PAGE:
4. STRONGFORU says:

    Like it or not, Whitney is a diva…adored by many, disliked by few. Be careful Bo’, you’ve just opened up a Pandora’s box that you may never be able to close.

  5. Isaac says:

    I believe you are forgetting the Mix 101.5 crowd. Speaking from experience, if you were to put 20 random 35-45 year old white ladies into a room and asked that they come up with a setlist for a party mixtape, it would be at least 20% Whitney. Hell, I had to burn a CD once for a Red Hat fundraiser (imagine music for old ladies to model in), and I think Whitney actually bumped Bob Seger off the list, and that’s blasphemy.

  6. PPR_Scribe says:

    I once casually stated that I never was a fan of Houston and this Black woman I barely knew started railing on me, saying I was not an authentic Black woman, etc. etc. I have nothing against her (I tried to explain); She is just not my cup of tea.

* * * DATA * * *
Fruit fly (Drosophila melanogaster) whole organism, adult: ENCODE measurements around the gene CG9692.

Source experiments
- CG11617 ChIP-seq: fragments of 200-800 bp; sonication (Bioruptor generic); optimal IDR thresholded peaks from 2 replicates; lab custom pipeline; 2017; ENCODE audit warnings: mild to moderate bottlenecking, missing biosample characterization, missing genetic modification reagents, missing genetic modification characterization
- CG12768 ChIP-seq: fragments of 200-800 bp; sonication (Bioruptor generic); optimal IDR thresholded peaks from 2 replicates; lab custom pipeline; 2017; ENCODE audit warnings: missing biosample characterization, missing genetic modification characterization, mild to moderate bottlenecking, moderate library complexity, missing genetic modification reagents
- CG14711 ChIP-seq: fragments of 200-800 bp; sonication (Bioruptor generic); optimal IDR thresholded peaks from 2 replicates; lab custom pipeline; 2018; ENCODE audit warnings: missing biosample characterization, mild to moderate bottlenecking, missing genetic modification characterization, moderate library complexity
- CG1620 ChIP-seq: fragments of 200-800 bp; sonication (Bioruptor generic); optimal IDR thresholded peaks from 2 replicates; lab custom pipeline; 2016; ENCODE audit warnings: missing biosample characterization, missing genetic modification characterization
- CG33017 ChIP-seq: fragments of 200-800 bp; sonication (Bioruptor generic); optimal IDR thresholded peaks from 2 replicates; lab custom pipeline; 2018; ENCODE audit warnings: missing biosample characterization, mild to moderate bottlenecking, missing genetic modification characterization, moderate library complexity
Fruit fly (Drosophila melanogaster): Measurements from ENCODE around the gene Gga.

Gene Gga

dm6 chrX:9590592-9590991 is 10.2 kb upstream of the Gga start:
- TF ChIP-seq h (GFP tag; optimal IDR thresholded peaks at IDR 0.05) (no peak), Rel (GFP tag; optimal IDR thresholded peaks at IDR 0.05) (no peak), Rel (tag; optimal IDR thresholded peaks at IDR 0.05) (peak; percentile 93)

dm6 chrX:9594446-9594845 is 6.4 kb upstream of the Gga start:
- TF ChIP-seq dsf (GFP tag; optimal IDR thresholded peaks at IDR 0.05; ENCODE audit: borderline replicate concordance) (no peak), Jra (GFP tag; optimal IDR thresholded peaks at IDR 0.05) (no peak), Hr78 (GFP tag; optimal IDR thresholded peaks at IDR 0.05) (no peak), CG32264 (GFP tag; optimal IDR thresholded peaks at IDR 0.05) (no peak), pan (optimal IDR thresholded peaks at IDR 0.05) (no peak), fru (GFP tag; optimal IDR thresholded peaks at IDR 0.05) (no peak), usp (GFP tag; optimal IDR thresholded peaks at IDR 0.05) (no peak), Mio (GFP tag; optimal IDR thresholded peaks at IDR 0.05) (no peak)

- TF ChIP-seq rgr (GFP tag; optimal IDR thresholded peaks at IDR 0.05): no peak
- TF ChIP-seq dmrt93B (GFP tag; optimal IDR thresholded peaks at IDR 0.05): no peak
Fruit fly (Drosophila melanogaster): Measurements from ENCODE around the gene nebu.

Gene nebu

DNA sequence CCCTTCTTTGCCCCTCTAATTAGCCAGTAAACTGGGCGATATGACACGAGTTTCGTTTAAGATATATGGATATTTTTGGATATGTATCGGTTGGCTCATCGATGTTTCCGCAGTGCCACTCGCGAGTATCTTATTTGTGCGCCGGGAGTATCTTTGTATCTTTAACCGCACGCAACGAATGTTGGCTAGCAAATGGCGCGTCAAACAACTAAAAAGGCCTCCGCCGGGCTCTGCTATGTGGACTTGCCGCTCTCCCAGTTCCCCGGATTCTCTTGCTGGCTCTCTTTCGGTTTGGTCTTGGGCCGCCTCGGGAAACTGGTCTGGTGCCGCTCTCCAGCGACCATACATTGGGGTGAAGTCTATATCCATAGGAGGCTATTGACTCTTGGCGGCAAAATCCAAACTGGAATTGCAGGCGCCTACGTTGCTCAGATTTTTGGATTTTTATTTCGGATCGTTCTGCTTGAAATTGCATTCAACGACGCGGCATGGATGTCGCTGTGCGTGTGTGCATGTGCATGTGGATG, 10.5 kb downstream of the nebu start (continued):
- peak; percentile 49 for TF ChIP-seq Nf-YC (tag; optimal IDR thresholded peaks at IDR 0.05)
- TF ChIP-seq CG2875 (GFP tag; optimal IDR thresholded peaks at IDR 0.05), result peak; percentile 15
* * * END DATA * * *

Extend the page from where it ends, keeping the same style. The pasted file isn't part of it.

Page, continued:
Anyway.
    I love comeback stories, so for that reason I am rooting for her. But I cannot see any scenario that would have me downloading a Whitney song from iTunes. And I am definitely still a Black woman, so…

  7. Phil says:

    Her music endures thanks to “Sexual Chocolate.”
    “I believe the children are the future”
    sing it with me and Randy.

  8. Cinque says:

    “There is no definitive Whitney Houston album. There isn’t even one I’ve heard someone refer to as a classic. I’ve never been around cats making beats and heard them break out the Whitney looking for samples, vocal or instrumental.”
    Co-sign.
    You’re not the only one who feels this way. I know mad folks that never effed with Whitney Houston. Her albums were corny as hell and they do not hold up at all. They were not soulful.
    Speaking of 80’s relics, I also feel the Cosby Show didn’t hold up either. Have you tried to watch reruns of that show? The first two years were cool but after that it was wackness.

  9. Kirk says:

    So, is she basically the original Celine Dion?

  10. flipisatrip says:

    Cinque, way over the line with the cosby statement

  11. Kjen says:

    Born too late, but do I have more than a few ‘classic’ Whitney songs on my mp3 😉